James was delighted with his own seed packet and kept unpacking them

Harvesting took place throughout the tour and we took a break at the end to sample what we’d gathered and then took home a big bag of produce. Maybe it’s just my kids, but having adults who weren’t related to them encourage vegetable eating was awesome. Julia ignores cucumbers, summer squash and radishes on her plate at home, but when Shea encouraged her to try some, she listed to them without batting an eye.

Listening to Farmer Shea as they slice produce for tasting

I also loved having connections between what we learned at the farm and what we talk about at home. For example, we recently talked about how flies have compound eyes, and learned about compound flowers (like sunflowers) on the tour. Even James felt included — he kept saying “wow!” as we looked under and around leaves for ladybugs and slugs.

As safety precautions go, I felt very comfortable at Oxbow. We regularly sanitized our hands and washed them with soap and water at handwashing stations. Although Julia took off her mask for the tasting portion of the tour, everyone wore masks and it was easy to give each other space. We completed a health screening upon arrival and there were lots of signs reminding folks about COVID-19 precautions. A porta potty is the only restroom available, but it was quite clean and there’s a handwashing station right next to it (we brought along a toddler potty for Julia).

Details

Location: Oxbow Farm & Conservation Center, Carnation, WA. About a 35-40 minute drive from North Seattle

Duration and Availability: Weekdays; 2-hour time slots starting at 9 a.m., 12 p.m. and 3 p.m.

Group Size: Groups are limited to 5 people (and 3 children) in the same household or learning pod, but they provide contact details if you want to discuss a different sized group.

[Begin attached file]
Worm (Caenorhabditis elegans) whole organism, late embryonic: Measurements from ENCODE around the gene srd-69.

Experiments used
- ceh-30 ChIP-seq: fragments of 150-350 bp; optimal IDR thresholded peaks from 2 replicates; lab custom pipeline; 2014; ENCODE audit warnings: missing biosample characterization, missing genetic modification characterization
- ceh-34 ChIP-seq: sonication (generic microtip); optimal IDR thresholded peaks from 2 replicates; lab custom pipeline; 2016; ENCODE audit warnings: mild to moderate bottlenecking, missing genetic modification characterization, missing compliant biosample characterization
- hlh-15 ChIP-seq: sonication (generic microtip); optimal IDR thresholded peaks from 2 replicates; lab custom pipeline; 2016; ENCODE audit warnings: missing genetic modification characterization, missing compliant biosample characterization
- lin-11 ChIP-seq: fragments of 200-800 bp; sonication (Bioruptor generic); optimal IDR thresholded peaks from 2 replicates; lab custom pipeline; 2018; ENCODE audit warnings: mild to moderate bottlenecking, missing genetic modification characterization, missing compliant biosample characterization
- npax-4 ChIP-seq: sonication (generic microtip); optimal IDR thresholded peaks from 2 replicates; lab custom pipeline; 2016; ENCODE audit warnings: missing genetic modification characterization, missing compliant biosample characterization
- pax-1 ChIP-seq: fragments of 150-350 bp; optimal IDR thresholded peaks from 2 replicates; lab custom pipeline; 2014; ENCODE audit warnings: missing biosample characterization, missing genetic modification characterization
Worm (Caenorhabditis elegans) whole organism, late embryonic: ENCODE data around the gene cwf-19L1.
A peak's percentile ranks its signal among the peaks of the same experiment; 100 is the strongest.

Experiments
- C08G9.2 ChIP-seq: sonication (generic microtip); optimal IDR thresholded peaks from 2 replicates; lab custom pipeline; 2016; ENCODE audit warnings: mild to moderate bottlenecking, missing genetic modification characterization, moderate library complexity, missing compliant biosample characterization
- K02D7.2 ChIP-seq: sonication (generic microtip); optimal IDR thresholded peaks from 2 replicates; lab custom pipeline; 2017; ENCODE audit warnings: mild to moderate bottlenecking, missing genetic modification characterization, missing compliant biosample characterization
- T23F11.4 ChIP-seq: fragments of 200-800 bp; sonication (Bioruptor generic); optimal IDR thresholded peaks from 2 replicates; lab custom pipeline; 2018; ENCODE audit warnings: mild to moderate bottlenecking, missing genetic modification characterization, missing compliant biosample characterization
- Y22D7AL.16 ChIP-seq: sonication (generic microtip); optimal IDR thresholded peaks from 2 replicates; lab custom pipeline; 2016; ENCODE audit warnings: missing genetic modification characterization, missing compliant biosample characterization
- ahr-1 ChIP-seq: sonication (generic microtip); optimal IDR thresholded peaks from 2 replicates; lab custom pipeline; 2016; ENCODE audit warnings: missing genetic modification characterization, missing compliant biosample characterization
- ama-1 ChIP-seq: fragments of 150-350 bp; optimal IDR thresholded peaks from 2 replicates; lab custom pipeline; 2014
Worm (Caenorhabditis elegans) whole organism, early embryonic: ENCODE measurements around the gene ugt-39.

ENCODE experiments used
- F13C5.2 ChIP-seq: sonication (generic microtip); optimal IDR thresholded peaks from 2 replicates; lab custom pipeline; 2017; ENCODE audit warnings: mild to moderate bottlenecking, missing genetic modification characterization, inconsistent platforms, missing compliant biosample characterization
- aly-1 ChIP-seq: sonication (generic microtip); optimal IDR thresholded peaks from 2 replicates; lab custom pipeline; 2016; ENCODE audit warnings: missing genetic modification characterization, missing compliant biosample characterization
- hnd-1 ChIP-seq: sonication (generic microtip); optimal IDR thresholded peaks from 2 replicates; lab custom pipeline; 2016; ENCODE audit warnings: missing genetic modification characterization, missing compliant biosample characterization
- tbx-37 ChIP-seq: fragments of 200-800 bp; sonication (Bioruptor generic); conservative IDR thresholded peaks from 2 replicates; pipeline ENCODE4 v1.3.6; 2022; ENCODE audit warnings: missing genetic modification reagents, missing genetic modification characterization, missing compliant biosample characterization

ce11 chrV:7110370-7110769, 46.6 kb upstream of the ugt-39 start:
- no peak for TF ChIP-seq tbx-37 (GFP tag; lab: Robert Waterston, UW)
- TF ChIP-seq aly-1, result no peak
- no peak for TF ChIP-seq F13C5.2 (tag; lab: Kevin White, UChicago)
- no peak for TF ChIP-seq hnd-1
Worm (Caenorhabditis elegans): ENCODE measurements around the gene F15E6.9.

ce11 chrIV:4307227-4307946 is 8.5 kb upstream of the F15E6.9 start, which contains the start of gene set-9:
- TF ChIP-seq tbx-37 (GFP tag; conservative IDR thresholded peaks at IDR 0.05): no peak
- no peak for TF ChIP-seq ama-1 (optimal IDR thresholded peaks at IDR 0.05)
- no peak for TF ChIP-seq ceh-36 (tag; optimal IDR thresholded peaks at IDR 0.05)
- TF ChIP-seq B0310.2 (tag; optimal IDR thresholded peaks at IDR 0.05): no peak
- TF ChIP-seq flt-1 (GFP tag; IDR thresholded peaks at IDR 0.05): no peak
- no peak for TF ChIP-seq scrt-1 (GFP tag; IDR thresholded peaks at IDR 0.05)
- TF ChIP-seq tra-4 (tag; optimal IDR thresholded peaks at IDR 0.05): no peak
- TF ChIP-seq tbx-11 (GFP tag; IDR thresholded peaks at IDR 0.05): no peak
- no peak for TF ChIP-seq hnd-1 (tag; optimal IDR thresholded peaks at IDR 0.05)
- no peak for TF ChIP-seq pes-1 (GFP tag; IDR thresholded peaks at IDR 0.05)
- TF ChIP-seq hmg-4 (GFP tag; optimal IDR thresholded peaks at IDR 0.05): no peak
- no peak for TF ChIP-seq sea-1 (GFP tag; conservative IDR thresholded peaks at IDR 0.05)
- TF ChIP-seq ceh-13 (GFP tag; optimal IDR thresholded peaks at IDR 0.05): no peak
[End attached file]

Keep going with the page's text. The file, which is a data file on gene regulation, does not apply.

Cost: Sliding scale fee from $50-150. I fully recognize that this is a high cost compared to some other fall activities. That said, many of the local pumpkin patches are charging $20 per person for admission. There were three of us and we went home rich in knowledge and produce and had the place completely to ourselves, so it felt worth the cost to me. The website also emphasizes their desire for accessibility — contact them if the cost is a barrier. For free admission, check out the details for Oxtober that are now available here.

Website: https://www.oxbow.org/education/family-farm-adventures/

Fall 2020 Bucket List

Note: as always, this blog reflects my personal risk assessment for myself and my family in light of the COVID-19 pandemic. Your own evaluation of risk may differ from mine. We review our local government’s guidance and wear our masks indoors and/or when we can’t reliably create 6 feet of distance between folks and hope that you will, too.

As you’ll notice below, my bucket list for this year is mainly – get outside, do it a lot and make it through the year.